Wolf Hunting, Trapping to Begin in Wisconsin
June 5, 2012
In addition to Idaho, Montana and Minnesota, trappers will likely be able to pursue wolves in Wisconsin this fall. Recent wolf delisting by the U.S. Fish and Wildlife Service has turned over wolf management to the states of Minnesota and Wisconsin. The Wisconsin season would include managed hunting and trapping, with a goal to reduce the wolf population to a more publicly acceptable level.
In anticipation of the upcoming season, the DNR has scheduled several public meetings to give the public a chance to weigh in on details including quotas, hunting districts, and trapping-specific details. Read more about the upcoming meetings here.
In other news, Wyoming is hoping to institute a limited wolf hunt in 2012, pending congressional action.
Montana, Minnesota to Open Wolf Trapping Seasons
May 12, 2012
Wolf management was transferred from the federal government to the state of Minnesota in January when the population was removed from the Endangered Species List. The state is now setting rules to govern how a trapping/hunting season will operate.
In Montana, the state has instituted a wolf hunt for a couple of years now, but harvest objectives have not been met, so the state is looking for ways to increase opportunity to harvest more wolves, including allowing trapping.
See the two stories below:
U.S. Fish and Wildlife Reviewing Maine’s ITP Application for Trapping and Lynx
January 2, 2012
The U.S. Fish and Wildlife Service is currently considering an application by the Maine Department of Inland Fisheries and Wildlife for an incidental take permit for Canada lynx. The ITP would provide legal protection for the Department’s trapping program and trappers who incidentally capture lynx, which are protected under the Federal Endangered Species Act. In return, the Department has taken measures to minimize the chances that lynx will be taken in traps, and minimize mortality to lynx that are caught. For the few possible mortalities that could occur, the Department has agreed to provide mitigation to minimize impacts to the lynx population.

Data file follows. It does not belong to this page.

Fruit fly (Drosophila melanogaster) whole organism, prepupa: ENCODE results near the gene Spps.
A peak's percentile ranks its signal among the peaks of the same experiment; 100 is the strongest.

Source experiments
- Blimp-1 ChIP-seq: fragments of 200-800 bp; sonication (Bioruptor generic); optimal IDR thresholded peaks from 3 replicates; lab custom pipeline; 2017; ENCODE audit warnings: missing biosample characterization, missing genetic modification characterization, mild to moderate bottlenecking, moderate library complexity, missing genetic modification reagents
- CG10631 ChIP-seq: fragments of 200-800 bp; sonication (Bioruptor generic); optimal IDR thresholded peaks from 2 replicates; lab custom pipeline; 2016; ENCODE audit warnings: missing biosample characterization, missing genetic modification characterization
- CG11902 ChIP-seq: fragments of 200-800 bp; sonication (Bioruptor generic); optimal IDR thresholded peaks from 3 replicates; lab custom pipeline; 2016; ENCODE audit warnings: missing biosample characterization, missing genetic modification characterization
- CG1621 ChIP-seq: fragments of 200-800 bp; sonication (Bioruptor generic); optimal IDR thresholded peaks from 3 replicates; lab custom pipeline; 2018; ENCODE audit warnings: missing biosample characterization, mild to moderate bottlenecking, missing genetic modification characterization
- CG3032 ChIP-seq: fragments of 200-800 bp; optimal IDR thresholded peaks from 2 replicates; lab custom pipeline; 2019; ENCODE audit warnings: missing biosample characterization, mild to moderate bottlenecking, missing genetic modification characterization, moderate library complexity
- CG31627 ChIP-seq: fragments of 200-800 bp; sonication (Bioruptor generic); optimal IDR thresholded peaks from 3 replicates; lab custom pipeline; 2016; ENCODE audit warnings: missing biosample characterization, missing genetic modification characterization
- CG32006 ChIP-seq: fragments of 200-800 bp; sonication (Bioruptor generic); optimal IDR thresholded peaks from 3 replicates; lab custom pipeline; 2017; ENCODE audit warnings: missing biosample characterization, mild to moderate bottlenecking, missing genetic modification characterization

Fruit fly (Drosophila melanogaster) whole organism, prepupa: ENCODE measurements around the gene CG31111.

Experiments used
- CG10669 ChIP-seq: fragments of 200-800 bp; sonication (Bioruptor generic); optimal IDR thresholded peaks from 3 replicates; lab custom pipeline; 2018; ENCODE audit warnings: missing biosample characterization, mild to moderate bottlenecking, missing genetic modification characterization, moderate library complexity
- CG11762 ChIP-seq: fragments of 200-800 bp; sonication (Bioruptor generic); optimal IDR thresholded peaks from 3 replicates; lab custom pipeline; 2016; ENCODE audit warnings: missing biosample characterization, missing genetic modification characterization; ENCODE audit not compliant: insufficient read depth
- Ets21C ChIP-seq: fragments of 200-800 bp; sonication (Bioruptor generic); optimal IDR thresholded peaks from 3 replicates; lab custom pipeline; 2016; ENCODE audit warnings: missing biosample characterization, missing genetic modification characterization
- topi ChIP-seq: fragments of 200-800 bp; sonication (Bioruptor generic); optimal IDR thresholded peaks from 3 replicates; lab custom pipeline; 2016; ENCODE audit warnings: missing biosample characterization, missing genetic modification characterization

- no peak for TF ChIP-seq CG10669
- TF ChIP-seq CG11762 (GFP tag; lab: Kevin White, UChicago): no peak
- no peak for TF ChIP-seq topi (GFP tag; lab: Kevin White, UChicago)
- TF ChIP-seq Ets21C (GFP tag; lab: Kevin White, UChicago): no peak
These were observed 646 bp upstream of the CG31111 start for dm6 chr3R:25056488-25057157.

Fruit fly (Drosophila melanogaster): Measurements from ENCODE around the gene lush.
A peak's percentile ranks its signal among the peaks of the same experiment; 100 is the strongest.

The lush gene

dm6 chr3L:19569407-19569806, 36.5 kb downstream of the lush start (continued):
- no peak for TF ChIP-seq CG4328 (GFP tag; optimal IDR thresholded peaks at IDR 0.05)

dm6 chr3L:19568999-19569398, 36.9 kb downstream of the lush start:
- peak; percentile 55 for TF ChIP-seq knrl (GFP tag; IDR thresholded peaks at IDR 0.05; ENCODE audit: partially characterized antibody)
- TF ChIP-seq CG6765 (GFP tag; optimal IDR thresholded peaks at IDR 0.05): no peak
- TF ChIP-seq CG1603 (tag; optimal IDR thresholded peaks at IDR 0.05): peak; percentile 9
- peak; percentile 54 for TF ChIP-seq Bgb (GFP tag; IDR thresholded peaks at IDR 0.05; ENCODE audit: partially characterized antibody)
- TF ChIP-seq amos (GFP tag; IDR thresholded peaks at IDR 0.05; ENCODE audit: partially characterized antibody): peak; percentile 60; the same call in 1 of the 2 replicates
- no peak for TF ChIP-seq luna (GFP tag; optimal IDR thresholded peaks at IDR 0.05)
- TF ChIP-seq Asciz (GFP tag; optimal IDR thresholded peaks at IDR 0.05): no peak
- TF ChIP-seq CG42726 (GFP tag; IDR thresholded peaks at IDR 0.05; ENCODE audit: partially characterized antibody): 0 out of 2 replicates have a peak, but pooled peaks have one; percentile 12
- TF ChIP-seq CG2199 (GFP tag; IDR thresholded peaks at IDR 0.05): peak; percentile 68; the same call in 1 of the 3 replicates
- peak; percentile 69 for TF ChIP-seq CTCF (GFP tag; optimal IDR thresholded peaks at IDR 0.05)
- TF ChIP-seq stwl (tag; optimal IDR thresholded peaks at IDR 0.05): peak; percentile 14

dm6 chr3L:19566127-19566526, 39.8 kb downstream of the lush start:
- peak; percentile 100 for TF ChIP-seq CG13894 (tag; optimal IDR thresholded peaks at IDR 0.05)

If issued, the Incidental Take Permit would last for a 15 year period.
A brief review of what the document means to Maine’s trapping program can be read by clicking here.
The USFWS is accepting public comment on the ITP application through February 7, 2012. Comments can be mailed in or emailed to: firstname.lastname@example.org
Several public meetings have already been held, but public comment is still being accepted. See the press release below:
News Release Contact: